Chapter Fourteen Bond Funds 167
Chapter Fifteen The Exchange-Traded Fund (ETF) 179
Chapter Sixteen Index Funds That Promise to Beat the Market 195
Chapter Seventeen What Would Benjamin Graham Have Thought about Indexing? 209
Chapter Eighteen Asset Allocation I: Stocks and Bonds 223
Chapter Nineteen Asset Allocation II 237
Chapter Twenty Investment Advice That Meets the Test of Time 259
What People are Saying About This
"excellent advice in a concise and accessible manner." (The Wall Street Journal, April 10, 2007)
"It's hard to argue with the eloquent logic of John C. Bogle's latest ode to index funds…Bogle's 'Little Book' offers much exemplary advice." (Bloomberg News, April 2007)
Among monetary gurus and wise men, John Bogle is a singular case. As the founder of the highly regarded Vanguard Group, he is revered for the company's commitment to providing value to its clients as well as profits to its investors. He even has his own group of fans, called "Bogleheads," who cling to every utterance and pronouncement from the great man.
In this latest entry in the Little Book series, Bogle's gentle prose contains idiot-proof advice for investors at all levels. He punctures the myth of the superiority of mutual funds and instead declares that by using a bit of common sense, low-cost index funds are the way to go for most modest stock investors. He's also wary of the ways of Wall Street and cautions investors to steer clear of its institutional con men and cautions against excessive fees and taxes that invariably eat up profits.
It's not very glamorous or exciting advice, but that's also his point: Slow and steady wins the race. (Miami Herald, April 9, 2007)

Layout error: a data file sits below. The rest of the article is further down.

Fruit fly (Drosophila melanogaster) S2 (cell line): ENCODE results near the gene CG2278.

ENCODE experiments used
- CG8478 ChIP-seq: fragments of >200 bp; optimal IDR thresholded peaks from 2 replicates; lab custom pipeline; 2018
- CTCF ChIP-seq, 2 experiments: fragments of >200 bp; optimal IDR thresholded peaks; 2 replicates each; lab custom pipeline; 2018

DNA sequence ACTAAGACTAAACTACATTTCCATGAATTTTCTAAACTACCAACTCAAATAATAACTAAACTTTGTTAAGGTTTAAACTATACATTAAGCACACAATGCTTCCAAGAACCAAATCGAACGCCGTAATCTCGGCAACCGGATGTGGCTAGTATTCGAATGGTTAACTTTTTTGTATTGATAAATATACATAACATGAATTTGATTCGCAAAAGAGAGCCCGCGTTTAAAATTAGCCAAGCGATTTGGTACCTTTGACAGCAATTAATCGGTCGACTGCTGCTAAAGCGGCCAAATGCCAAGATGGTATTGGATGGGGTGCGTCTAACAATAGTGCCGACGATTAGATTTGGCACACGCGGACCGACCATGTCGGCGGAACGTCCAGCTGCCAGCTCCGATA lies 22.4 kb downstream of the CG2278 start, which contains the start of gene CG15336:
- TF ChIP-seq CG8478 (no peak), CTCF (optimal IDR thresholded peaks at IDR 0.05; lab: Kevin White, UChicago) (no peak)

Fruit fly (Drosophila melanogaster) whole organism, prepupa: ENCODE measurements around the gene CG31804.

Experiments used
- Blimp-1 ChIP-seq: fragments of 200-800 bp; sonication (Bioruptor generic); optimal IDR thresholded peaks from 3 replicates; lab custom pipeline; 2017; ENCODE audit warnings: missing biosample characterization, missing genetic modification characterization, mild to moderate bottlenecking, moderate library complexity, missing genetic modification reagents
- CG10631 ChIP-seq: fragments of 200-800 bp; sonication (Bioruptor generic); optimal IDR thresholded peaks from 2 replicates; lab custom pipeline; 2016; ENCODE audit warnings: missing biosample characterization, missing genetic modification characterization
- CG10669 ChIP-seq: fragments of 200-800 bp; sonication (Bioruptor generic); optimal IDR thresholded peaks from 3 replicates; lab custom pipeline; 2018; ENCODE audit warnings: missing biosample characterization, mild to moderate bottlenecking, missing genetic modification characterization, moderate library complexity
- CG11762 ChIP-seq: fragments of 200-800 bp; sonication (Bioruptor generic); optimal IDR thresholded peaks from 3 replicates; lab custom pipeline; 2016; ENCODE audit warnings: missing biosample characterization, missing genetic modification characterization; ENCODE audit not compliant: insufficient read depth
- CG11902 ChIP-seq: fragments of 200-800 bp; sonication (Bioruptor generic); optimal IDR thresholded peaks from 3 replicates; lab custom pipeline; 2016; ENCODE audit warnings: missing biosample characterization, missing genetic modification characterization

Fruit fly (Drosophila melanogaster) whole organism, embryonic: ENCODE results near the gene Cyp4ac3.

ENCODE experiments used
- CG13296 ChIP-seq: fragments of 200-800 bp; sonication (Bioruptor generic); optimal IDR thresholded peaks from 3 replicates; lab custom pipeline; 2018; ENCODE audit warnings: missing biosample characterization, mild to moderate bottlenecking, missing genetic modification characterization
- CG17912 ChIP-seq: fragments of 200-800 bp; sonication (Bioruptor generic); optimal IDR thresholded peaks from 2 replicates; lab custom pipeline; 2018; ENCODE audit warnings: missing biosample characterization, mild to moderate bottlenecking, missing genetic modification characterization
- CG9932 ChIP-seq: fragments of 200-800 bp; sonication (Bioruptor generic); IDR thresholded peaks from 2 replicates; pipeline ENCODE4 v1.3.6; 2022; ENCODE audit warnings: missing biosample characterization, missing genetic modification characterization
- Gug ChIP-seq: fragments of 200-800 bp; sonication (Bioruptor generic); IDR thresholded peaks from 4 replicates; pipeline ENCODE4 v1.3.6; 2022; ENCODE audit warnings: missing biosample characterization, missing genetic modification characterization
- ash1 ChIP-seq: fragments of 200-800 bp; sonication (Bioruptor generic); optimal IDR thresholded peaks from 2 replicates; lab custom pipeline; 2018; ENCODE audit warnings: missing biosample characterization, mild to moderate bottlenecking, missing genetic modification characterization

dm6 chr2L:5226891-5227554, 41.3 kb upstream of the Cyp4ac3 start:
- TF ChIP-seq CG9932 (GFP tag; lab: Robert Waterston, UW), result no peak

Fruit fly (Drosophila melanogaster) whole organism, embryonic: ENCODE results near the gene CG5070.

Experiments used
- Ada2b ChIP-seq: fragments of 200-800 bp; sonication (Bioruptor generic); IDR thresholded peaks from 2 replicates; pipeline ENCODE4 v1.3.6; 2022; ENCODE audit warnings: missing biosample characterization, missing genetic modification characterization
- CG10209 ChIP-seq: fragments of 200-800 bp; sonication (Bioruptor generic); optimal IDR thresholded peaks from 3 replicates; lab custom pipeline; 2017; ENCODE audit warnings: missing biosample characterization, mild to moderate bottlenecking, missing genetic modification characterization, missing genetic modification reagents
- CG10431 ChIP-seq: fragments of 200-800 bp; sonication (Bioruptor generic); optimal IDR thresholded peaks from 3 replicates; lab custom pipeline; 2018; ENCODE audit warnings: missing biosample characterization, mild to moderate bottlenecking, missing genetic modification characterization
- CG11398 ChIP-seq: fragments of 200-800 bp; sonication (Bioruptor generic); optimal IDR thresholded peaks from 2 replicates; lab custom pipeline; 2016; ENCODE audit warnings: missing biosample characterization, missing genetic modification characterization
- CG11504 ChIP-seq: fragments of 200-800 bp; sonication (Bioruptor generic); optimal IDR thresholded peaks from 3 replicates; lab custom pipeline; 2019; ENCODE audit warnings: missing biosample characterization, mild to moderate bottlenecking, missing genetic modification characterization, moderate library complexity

"genuinely provides investors with the ideal strategy for making the most of stock-market investing" (Motley Fool's UK website, March 8, 2007)
"It's an easy read that will, I suspect, quickly join Burton Malkiel's A Random Walk Down Wall Streetand Charles Ellis's Winning the Loser's Gameas one of the indexing crowd's favorite books."—Jonathan Clements (Wall Street Journal)
"It's hard to argue with the eloquent logic of John C. Bogle's latest ode to index funds." (Bloomberg Terminal, March 8, 2007).
"provides an opportunity to reflect on a remarkable career and legacy." (Financial Times, 19th March 2007)
"…it is John Bogle's hymn to index-tracking investment, and a fascinating read it is too." (Daily Telegraph, March 2007)
"Those who doubt my reasoning should read the Little Book of Common Sense Investing by John Bogle." (FT Adviser, 24th April 2007)
"…particularly interesting…goes some way towards discrediting the stockpicking virtues taught to me in my time as a financial journalist." (Fund Strategy, 7th May 2007)
"…wittily written, pocket-sized guide…If you want to learn how to avoid the unpredictabilities of the stock market and the fees of middle men, then this book is well worth a read." (Pensions Age, May 2007)
" ... For the individual investor, it presents a solid game plan for growing funds over the long haul." (Directorship, July 2007)
"... read Bogle's new Little Book of Common Sense Investingand you'll see how easy it is to beat the Alpha Hunters at their own game!" (MarketWatch, July 2007)
‘The one big thing that Bogle knows and explains so well in this slender volume is that buying and holding a broad benchmark of stocks while keeping fees to a minimum leads to higher long-term returns than constantly trading in a vain attempt to beat the market. Common sense? Yes. But radical too, as the entire investing establishment is designed to get investors to do the exact opposite.” (CNNMoney)
"Business books are often written by show-offs who want you to know all about their knowledge of the Greek tragedies and dark-coloured birds. So it was nice to get hold of the simply written Little Book of Common Sense Investing…Its author, John Bogle, in no simpleton. He built Vanguard into a huge fund manager...He is synonymous with index funds in the US. Vanguard's S&P 500 tracker is by far the world's largest mutual fund."—Stephen Cranston, Investor's Notebook (Jan 23, 2013)